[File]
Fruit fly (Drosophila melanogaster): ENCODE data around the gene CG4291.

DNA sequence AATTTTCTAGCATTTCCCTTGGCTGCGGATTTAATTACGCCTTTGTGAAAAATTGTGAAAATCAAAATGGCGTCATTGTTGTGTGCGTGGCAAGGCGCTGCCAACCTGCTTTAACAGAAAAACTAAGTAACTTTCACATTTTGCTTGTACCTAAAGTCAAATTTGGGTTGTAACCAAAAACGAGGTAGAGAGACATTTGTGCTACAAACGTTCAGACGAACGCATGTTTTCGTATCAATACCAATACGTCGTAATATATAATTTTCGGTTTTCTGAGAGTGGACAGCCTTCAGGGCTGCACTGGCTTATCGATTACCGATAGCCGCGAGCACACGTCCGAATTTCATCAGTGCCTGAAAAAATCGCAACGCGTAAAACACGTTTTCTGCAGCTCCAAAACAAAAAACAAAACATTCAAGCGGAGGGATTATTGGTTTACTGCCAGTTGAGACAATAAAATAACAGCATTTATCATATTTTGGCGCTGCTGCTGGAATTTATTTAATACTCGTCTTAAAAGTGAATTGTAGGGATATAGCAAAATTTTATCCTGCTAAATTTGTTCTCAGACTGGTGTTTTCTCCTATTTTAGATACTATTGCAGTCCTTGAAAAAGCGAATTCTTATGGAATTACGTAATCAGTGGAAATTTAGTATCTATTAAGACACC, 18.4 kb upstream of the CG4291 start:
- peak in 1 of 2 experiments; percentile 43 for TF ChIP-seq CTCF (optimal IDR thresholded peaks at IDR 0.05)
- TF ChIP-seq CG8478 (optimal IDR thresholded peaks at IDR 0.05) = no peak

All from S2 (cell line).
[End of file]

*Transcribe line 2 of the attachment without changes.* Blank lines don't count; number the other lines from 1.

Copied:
DNA sequence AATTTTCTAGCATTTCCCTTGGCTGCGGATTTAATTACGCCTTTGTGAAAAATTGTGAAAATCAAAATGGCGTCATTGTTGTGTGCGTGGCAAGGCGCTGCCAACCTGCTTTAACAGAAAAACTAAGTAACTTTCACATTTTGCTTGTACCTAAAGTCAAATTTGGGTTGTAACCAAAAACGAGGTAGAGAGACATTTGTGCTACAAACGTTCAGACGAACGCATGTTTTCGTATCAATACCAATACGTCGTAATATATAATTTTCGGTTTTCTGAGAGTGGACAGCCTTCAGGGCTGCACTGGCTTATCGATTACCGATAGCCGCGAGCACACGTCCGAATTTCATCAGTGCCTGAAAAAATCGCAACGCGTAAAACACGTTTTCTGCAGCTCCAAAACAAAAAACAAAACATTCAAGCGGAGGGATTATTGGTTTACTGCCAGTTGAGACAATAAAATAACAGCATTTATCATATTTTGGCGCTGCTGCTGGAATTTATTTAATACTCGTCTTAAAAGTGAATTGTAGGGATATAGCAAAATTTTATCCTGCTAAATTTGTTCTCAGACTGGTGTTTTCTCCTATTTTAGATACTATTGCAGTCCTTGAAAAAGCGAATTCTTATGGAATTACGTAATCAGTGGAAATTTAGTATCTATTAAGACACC, 18.4 kb upstream of the CG4291 start: